Thursday 18 August 2022

Insurers offer hotel room to new mothers because of lack of staff

Photo: Depositphotos.com

Staff levels in post natal care have dropped so drastically that insurers in the Eindhoven region are moving new mothers into a Holiday Inn hotel because there are no maternity nurses to visit them at home.

The measure is a temporary one and will last two months, insurers and post natal care organisations have said. Normally new mothers receive a couple of hours of help a day from a maternity nurse who will look after the baby and carry out practical tasks at home.

Women who refuse a stay at the hotel because they hope help will be available at home after all run the risk of not receiving any home help at all, the insurers said.

‘We will of course try to comply with our duty of providing care but if we can’t deliver, we can’t deliver,’ a spokesman for insurer Coöperatie VGZ told local broadcaster Omroep Brabant.

The VGZ spokesman said the situation is similar elsewhere but that Eindhoven is exceptionally short of staff. ‘We are facing a unique combination of lack of staff, holidays, illness and a peak in requests for post natal help in August and September.’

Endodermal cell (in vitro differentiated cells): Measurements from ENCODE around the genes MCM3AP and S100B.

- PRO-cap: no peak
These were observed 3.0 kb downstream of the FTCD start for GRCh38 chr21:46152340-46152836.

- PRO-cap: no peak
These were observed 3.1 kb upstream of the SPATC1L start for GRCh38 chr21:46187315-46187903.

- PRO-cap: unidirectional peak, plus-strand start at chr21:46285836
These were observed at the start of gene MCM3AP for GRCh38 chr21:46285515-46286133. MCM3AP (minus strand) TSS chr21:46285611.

Efficient

The move to the hotel means post natal carers can work more efficiently because there is no travel involved, he said. ‘A nurse who helps two women in eight hours on her normal round can probably help four at the hotel, or even five.’

The hotel will have a maximum of nine rooms available for new mothers under the care of two members of staff. Partners can stay the night but if a couple have other children parents will have to find a solution for them.

Any aftercare will come in the shape of instruction videos, the insurers said.

Post natal care organisation NBvK said it was ‘aware of the problem but we did not know this was going to happen.’ The organisation said that the hotel could work as a temporary measure. ‘We want everyone who needs it to have post natal care. But watching videos is not part of that.’

The organisation said that it would help if maternity nurses ‘who are doing a tough job for too little money’, were given a pay rise.

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